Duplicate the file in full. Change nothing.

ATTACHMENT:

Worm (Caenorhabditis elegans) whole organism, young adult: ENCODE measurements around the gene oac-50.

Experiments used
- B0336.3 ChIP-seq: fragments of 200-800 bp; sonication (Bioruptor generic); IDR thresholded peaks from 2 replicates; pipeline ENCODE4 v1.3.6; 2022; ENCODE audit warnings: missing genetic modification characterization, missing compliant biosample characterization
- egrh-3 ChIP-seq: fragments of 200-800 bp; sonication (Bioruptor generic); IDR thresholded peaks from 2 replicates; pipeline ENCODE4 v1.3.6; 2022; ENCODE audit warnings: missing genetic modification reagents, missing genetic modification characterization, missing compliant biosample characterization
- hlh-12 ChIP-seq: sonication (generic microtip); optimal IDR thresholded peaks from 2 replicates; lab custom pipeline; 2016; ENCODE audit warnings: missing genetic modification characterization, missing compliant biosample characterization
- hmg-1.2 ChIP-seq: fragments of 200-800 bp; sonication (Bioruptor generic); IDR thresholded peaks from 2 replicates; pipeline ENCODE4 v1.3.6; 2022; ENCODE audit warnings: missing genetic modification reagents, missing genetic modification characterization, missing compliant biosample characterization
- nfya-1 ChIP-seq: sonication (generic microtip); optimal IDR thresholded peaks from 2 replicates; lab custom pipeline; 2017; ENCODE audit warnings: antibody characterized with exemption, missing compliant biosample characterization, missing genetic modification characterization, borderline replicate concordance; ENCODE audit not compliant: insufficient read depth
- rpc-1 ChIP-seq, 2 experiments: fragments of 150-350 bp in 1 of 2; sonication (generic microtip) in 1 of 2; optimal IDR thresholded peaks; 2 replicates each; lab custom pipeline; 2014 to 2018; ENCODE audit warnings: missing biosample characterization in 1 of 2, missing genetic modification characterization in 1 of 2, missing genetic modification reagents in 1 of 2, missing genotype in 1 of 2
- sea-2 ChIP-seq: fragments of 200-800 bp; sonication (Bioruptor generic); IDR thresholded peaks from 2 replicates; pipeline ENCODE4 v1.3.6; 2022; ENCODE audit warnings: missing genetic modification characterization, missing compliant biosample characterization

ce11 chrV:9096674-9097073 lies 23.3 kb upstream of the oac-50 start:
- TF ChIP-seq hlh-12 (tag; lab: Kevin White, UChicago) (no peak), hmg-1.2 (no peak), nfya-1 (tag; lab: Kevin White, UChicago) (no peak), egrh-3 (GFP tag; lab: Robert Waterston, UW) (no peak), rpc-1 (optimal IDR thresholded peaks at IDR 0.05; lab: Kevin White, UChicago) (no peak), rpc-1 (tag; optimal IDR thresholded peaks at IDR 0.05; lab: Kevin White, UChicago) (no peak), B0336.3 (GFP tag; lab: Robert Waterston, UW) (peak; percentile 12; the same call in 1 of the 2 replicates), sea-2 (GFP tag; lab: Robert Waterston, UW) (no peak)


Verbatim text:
Worm (Caenorhabditis elegans) whole organism, young adult: ENCODE measurements around the gene oac-50.

Experiments used
- B0336.3 ChIP-seq: fragments of 200-800 bp; sonication (Bioruptor generic); IDR thresholded peaks from 2 replicates; pipeline ENCODE4 v1.3.6; 2022; ENCODE audit warnings: missing genetic modification characterization, missing compliant biosample characterization
- egrh-3 ChIP-seq: fragments of 200-800 bp; sonication (Bioruptor generic); IDR thresholded peaks from 2 replicates; pipeline ENCODE4 v1.3.6; 2022; ENCODE audit warnings: missing genetic modification reagents, missing genetic modification characterization, missing compliant biosample characterization
- hlh-12 ChIP-seq: sonication (generic microtip); optimal IDR thresholded peaks from 2 replicates; lab custom pipeline; 2016; ENCODE audit warnings: missing genetic modification characterization, missing compliant biosample characterization
- hmg-1.2 ChIP-seq: fragments of 200-800 bp; sonication (Bioruptor generic); IDR thresholded peaks from 2 replicates; pipeline ENCODE4 v1.3.6; 2022; ENCODE audit warnings: missing genetic modification reagents, missing genetic modification characterization, missing compliant biosample characterization
- nfya-1 ChIP-seq: sonication (generic microtip); optimal IDR thresholded peaks from 2 replicates; lab custom pipeline; 2017; ENCODE audit warnings: antibody characterized with exemption, missing compliant biosample characterization, missing genetic modification characterization, borderline replicate concordance; ENCODE audit not compliant: insufficient read depth
- rpc-1 ChIP-seq, 2 experiments: fragments of 150-350 bp in 1 of 2; sonication (generic microtip) in 1 of 2; optimal IDR thresholded peaks; 2 replicates each; lab custom pipeline; 2014 to 2018; ENCODE audit warnings: missing biosample characterization in 1 of 2, missing genetic modification characterization in 1 of 2, missing genetic modification reagents in 1 of 2, missing genotype in 1 of 2
- sea-2 ChIP-seq: fragments of 200-800 bp; sonication (Bioruptor generic); IDR thresholded peaks from 2 replicates; pipeline ENCODE4 v1.3.6; 2022; ENCODE audit warnings: missing genetic modification characterization, missing compliant biosample characterization

ce11 chrV:9096674-9097073 lies 23.3 kb upstream of the oac-50 start:
- TF ChIP-seq hlh-12 (tag; lab: Kevin White, UChicago) (no peak), hmg-1.2 (no peak), nfya-1 (tag; lab: Kevin White, UChicago) (no peak), egrh-3 (GFP tag; lab: Robert Waterston, UW) (no peak), rpc-1 (optimal IDR thresholded peaks at IDR 0.05; lab: Kevin White, UChicago) (no peak), rpc-1 (tag; optimal IDR thresholded peaks at IDR 0.05; lab: Kevin White, UChicago) (no peak), B0336.3 (GFP tag; lab: Robert Waterston, UW) (peak; percentile 12; the same call in 1 of the 2 replicates), sea-2 (GFP tag; lab: Robert Waterston, UW) (no peak)